BEIJING (Reuters) – China’s foreign exchange reserves in May fell to $3.19 trillion, their lowest since December 2011, central bank data showed on Tuesday, likely due to the effects of a stronger dollar and sporadic official intervention.

But analysts said the drop did not necessarily suggest a resurgence of speculative capital outflows.

The reserves, the world’s largest, fell by $27.9 billion in May – the biggest monthly drop since February.

They rose by $7.1 billion in April and $10.3 billion in March, reflecting easing capital outflows and the dollar’s drop against non-dollar currencies such as the euro and yen.

“It mostly reflects exchange rate fluctuations which we estimate lowered the dollar value of the portion of the reserves held in other currencies by $25 billion,” Julian Evans-Pritchard, from Capital Economics, wrote in a note.

Chinese 100 yuan banknotes are seen in this picture illustration taken July 11, 2013. REUTERS/Jason Lee/File Picture Illustration

Economists polled by Reuters had predicted foreign exchange reserves would fall to $3.20 trillion at the end of May from $3.22 trillion at the end of April.

The People’s Bank of China has intervened in foreign exchange markets to cushion the yuan against capital outflows as markets brace for a rise in U.S. interest rates this year.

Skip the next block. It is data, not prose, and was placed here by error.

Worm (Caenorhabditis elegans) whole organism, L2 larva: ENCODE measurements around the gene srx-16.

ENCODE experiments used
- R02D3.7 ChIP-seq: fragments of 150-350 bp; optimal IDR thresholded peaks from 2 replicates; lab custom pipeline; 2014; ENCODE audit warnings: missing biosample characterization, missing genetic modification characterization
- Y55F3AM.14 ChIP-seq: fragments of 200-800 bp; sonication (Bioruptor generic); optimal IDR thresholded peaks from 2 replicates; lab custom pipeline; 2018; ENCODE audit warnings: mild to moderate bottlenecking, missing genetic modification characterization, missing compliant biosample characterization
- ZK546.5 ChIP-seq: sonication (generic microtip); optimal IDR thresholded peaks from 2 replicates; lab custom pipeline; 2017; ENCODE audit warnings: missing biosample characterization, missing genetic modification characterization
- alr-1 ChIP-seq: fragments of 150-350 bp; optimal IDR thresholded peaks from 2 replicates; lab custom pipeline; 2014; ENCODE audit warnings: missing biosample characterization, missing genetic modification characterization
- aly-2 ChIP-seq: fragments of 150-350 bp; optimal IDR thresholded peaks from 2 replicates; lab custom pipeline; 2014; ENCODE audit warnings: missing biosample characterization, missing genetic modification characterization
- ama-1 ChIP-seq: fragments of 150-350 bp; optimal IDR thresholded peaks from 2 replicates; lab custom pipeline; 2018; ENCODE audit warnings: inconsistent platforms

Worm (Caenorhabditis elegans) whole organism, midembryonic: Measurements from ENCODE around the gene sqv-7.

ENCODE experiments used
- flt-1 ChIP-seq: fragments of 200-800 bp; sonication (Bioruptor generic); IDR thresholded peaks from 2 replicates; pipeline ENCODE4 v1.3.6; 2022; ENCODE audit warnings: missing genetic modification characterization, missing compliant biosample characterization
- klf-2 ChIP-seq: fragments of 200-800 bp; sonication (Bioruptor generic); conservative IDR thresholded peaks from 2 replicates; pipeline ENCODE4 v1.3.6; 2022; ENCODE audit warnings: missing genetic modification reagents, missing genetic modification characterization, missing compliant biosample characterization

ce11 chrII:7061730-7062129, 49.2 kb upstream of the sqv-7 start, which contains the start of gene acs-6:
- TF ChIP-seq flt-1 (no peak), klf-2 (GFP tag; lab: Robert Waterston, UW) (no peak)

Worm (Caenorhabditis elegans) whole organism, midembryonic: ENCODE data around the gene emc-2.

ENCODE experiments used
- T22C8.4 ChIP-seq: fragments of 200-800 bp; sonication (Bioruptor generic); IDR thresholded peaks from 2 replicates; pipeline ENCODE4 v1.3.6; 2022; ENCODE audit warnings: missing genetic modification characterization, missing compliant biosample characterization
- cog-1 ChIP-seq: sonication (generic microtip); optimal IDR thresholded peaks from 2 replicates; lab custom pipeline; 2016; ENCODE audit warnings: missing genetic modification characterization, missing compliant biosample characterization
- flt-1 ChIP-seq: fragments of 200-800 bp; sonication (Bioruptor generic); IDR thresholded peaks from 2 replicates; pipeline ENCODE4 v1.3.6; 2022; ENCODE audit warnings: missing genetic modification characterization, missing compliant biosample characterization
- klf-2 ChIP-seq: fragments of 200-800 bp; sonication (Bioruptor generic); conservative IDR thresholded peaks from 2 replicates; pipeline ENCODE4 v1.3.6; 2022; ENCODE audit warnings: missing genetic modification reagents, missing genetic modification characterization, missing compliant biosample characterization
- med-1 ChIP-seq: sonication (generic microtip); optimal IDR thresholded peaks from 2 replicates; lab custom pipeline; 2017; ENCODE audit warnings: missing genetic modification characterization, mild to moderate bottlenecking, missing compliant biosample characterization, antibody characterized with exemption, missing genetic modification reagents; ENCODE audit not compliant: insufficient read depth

China said it will give the United States a 250 billion yuan ($38 billion) investment quota for the first time to buy Chinese stocks, bonds and other assets, deepening financial ties and interdependence between the world’s two largest economies. The announcement was made at the bilateral Strategic and Economic Dialogue in Beijing on Tuesday.

U.S. central bank chief Janet Yellen said in late May that the Federal Reserve should raise interest rates “in the coming months” if the U.S. economy picks up as expected and jobs continue to be generated, bolstering the case for a rate increase in June or July.

Heavy capital outflows seen last year seem to have subsided after the PBOC’s heavy intervention to support the yuan in January and February, though the more recent weakening of the yuan to its lowest levels this year has put outflows back on the radar.

(Reporting by Winni Zhou and Kevin Yao; Writing by Sue-Lin Wong; Editing by Jacqueline Wong and Nick Macfie)

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